Miracle: A view of flight as it turns 100
Inventions seldom resemble the refined devices that evolve from them
- By The Editors
- Air & Space magazine, March 2003
INVENTIONS SELDOM RESEMBLE THE REFINED DEVICES that evolve from them. Robert Goddard’s first rocket looked like a moonshiner’s still. The first transistor could have been the product of some eighth grader’s soldering gun. When they began experimenting with controlled, powered flight, the Wrights had no idea what the airplane would become. In fact, no one could have gazed at their 1903 Flyer and imagined what airplanes would look like after a hundred years.
Nor could anyone who witnessed that December 17, 1903 hop of 120 feet from one patch of sand to another have known what the airplane would come to mean to the world. Not until the second world war was over did it become clear that the airplane was evolving into the preeminent form of civil transportation, moving people and everything else.
Military aircraft have been one of the foremost examples of technological development aimed at extracting maximum performance. Tactical aircraft fly fast, make plenty of noise, and draw a lot of attention, but in this century of flight, humankind in overwhelming numbers has availed itself of the airplane mainly for the simple act of going somewhere—it’s the one way aviation touches most of us. AvData, a Wichita, Kansas company that maintains a census of aircraft populations, estimates the current size of the civil fleet worldwide at about 400,000—five times the military count. In the United States the disparity is even greater: 285,000 to 13,170 (roughly 20 to one).
The growth of air transportation began to accelerate after Charles Lindbergh’s 1927 solo transatlantic flight demonstrated the value of the airplane for commerce. Once the turbojet engine graduated from the military environment, which accepted greater risks in its use, to the grinding daily test of reliability that is modern airline operations, the technology multiplied the productivity of the airliner, and air fares became affordable to almost everyone. The jet engine also allowed designers to scale up airliners to jumbo size—another incremental economic bonanza—and there seems to be no upper limit to their growth.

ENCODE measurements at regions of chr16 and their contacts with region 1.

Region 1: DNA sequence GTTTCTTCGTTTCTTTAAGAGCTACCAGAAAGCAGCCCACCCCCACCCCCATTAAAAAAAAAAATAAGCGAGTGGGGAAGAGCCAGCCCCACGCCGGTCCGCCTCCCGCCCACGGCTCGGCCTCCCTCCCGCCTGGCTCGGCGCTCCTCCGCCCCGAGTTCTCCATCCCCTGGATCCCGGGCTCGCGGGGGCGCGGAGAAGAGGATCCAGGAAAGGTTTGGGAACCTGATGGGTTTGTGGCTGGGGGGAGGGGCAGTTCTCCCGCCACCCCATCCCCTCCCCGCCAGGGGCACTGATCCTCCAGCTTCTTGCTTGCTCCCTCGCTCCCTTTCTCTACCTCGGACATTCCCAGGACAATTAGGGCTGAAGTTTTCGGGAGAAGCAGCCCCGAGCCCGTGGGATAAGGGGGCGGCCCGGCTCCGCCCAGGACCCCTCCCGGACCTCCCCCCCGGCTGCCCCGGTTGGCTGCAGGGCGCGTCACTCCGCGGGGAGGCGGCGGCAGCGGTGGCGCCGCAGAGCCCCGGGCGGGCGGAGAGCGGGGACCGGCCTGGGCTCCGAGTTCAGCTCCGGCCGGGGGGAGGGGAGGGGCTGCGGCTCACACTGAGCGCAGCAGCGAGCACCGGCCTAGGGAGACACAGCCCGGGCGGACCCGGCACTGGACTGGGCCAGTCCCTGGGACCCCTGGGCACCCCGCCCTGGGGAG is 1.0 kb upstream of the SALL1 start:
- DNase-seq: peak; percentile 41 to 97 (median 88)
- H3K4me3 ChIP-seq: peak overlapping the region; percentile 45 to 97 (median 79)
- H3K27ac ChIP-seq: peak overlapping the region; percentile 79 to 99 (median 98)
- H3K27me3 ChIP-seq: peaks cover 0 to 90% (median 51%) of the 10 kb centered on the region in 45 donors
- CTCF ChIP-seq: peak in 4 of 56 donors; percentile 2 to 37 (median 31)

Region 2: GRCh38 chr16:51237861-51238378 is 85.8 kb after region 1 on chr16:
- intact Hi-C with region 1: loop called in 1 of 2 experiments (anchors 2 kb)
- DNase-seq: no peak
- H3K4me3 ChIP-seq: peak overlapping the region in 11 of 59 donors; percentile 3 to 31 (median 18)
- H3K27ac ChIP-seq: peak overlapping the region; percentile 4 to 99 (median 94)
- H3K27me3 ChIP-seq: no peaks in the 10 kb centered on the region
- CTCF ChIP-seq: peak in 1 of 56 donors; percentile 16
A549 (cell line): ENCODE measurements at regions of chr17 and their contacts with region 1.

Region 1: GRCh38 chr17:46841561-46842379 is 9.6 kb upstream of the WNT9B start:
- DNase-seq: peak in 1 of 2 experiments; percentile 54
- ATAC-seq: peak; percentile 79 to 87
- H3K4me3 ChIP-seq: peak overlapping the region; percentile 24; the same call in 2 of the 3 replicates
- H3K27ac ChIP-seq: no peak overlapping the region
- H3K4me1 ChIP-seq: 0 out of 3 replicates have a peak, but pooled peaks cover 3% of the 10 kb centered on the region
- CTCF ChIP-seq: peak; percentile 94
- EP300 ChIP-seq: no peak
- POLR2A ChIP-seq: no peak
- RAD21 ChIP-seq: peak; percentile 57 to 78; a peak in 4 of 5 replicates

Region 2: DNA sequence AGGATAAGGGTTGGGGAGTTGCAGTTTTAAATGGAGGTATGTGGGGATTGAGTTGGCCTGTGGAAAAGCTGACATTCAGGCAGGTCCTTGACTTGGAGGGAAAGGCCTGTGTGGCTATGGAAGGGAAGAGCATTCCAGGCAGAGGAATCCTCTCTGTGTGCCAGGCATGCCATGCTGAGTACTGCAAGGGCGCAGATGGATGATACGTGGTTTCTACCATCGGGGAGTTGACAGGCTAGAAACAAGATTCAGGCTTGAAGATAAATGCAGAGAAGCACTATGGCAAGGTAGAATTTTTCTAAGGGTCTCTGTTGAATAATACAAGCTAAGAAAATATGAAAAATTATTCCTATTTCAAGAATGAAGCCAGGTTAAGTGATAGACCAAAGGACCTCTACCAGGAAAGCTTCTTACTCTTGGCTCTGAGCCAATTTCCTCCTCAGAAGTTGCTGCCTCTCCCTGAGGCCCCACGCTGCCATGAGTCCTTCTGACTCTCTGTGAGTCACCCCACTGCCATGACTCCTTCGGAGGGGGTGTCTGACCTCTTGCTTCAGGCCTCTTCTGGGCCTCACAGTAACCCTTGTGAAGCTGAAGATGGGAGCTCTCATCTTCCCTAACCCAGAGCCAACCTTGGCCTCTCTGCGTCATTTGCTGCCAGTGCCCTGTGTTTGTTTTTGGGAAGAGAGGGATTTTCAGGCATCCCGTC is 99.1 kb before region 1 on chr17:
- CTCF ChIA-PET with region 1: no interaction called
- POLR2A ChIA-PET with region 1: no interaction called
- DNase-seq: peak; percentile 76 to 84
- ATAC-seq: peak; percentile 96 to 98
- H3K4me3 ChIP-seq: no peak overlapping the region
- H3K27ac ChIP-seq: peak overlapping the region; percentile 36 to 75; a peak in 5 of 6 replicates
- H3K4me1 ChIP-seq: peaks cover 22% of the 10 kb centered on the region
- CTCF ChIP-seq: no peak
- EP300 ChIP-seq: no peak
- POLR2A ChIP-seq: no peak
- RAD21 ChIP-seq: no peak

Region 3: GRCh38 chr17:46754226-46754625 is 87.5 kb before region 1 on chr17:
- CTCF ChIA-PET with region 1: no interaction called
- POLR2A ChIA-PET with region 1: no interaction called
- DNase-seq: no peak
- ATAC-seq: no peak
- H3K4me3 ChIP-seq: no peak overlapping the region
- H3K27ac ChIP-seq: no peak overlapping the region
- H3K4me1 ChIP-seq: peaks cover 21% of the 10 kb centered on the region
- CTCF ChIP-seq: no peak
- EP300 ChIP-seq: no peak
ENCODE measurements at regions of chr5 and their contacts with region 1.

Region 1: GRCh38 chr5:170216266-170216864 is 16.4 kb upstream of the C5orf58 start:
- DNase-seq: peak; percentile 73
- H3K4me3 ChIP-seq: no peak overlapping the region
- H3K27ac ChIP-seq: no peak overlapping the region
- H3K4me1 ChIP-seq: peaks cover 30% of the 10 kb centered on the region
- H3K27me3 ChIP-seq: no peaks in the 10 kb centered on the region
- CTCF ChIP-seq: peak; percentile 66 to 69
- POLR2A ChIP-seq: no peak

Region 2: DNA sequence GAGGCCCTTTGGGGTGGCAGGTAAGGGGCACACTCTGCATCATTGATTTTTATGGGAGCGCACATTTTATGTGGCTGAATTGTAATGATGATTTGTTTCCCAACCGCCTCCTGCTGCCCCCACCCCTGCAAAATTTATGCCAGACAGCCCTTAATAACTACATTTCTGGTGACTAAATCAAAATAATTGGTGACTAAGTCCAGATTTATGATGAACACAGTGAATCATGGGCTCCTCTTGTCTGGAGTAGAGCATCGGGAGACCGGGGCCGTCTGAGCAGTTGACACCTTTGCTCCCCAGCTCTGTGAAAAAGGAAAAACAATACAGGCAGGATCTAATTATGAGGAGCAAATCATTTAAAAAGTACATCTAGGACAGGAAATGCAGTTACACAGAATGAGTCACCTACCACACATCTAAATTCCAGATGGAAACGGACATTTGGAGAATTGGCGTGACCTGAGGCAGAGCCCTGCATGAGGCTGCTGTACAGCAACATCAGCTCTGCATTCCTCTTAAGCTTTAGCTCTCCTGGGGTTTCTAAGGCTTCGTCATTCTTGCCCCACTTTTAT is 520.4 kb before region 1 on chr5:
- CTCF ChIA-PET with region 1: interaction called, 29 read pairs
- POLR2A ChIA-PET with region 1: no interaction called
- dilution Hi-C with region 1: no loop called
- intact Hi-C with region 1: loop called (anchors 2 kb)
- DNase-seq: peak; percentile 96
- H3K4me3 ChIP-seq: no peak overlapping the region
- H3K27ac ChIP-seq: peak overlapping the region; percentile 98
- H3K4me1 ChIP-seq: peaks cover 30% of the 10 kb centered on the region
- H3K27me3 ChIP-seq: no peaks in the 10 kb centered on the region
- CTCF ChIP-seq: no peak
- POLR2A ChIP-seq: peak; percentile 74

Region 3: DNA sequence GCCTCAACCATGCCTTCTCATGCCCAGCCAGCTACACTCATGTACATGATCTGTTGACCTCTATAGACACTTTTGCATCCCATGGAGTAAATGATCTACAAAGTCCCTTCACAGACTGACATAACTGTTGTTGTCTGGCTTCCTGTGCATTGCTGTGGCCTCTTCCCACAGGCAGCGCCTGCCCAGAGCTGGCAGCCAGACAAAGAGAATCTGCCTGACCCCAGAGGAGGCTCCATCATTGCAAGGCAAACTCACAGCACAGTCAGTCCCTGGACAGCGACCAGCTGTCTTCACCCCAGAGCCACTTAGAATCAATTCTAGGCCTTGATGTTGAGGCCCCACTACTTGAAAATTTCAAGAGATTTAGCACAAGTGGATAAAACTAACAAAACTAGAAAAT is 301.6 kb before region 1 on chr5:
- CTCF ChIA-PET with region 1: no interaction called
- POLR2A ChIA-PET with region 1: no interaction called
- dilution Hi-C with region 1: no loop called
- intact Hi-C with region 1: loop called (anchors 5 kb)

Once the jets arrived, we fell head over heels in love with flying. Jet airliners took us far above the weather, making most trips utterly sensation-free. Oh, we may feel a brief acceleration on takeoff and a jolt or two on landing, and if we should fly through a little turbulence, chances are the captain will tell us how sorry he is for the “bumpy air.” But for the most part, the only thrills aboard come from the inflight movie.
A hundred years after the first flight, we expect to leave one coast of the United States and reach the other six hours later, to disembark halfway around the world after less than a day of flying, and to rely on air travel to let us freely enter all but a handful of nations to conduct business or pursue pleasure. Destinations advertise the thrill of being there, while the actual trip by airplane has become a footnote. There is nothing magical, after all, about any of this; we live in a time when seat-miles are just a commodity. (And by the way, we also expect fares to stay flat year after year.)
The airplanes that carry us to the farthest reaches of the globe have become as predictable as a high school physics experiment. Engines run seemingly forever, with tens of thousands of hours stretching between major overhauls. The applied sciences of aerodynamics and manufacture are so refined that before the first metal is cut, the performance of a given part or system can be predicted within a percentage point. The softer disciplines, such as interior design, ensure that lighting, textures, and colors soothe us and immerse us in familiarity, and so each flight seems the same as the last.
It has taken us a hundred years to do it, but when you compare air travel today to the way our grandfathers got around in 1903, it’s not an exaggeration to say that we’ve created the perfect transportation system—“perfect” as defined by: so little room for improvement that improvement may well not be worth the trouble. And if the price of perfection is that the thrill is gone, well…so be it, we say. When it comes to flying, we don’t like surprises. If both Orville and Wilbur experienced jolts of adrenaline during their first flights, we’ll have none of that, thanks.